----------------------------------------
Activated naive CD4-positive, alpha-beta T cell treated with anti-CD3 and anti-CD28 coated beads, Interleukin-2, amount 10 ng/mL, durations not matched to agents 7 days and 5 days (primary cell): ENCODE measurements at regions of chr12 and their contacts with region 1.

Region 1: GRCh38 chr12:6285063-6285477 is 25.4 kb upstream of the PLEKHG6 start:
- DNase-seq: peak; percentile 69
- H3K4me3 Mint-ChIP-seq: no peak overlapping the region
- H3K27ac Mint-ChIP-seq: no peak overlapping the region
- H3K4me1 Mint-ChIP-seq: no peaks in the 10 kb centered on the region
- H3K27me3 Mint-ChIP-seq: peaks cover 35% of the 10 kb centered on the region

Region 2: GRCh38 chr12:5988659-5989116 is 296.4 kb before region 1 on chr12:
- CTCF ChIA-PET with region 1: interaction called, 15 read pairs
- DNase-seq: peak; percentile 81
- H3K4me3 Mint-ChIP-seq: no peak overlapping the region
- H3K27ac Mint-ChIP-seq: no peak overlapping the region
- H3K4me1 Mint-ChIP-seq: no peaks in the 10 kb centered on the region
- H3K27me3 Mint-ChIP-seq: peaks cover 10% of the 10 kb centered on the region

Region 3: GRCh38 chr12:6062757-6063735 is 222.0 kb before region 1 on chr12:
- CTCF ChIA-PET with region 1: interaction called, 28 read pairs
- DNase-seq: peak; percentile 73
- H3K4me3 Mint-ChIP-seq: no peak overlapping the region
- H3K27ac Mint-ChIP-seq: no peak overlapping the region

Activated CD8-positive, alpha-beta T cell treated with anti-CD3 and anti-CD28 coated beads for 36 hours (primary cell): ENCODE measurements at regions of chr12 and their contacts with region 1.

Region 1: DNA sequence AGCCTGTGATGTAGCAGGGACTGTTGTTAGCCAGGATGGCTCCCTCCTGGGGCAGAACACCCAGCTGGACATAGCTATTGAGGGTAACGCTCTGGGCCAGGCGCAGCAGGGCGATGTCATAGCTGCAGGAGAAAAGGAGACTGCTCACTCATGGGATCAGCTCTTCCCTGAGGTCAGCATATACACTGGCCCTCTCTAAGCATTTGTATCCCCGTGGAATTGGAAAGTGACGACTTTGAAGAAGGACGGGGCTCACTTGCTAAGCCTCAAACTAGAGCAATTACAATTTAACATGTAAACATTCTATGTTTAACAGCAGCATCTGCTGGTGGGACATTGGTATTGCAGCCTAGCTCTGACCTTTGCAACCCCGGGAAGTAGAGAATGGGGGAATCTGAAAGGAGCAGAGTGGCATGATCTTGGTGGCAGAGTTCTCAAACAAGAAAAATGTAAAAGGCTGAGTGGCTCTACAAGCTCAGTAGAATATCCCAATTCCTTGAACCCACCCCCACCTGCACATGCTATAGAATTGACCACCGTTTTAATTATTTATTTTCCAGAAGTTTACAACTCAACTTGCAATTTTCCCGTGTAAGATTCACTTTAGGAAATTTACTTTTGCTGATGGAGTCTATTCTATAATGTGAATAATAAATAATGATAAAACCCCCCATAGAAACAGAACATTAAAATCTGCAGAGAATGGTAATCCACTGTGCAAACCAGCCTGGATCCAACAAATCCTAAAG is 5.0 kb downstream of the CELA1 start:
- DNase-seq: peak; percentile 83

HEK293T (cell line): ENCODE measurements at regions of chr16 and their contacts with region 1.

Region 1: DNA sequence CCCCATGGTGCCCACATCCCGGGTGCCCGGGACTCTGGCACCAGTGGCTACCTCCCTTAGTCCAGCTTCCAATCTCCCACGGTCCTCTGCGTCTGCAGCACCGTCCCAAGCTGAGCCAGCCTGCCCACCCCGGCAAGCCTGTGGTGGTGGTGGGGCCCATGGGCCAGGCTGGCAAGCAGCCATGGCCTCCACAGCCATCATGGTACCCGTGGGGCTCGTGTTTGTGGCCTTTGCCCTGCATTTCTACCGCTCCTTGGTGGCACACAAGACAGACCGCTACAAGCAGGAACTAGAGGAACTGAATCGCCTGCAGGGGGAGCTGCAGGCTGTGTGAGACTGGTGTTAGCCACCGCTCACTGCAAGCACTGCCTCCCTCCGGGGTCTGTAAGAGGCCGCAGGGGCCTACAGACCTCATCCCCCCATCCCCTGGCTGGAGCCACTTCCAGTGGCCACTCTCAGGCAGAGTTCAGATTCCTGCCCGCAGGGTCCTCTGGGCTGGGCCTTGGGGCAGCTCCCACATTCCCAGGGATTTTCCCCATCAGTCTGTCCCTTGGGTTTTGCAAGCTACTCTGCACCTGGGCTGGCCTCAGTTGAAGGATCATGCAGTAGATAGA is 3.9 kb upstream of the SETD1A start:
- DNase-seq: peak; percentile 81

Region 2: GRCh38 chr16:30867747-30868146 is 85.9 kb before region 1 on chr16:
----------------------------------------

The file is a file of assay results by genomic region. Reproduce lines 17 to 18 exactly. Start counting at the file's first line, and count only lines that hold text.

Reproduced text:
- DNase-seq: peak; percentile 73
- H3K4me3 Mint-ChIP-seq: no peak overlapping the region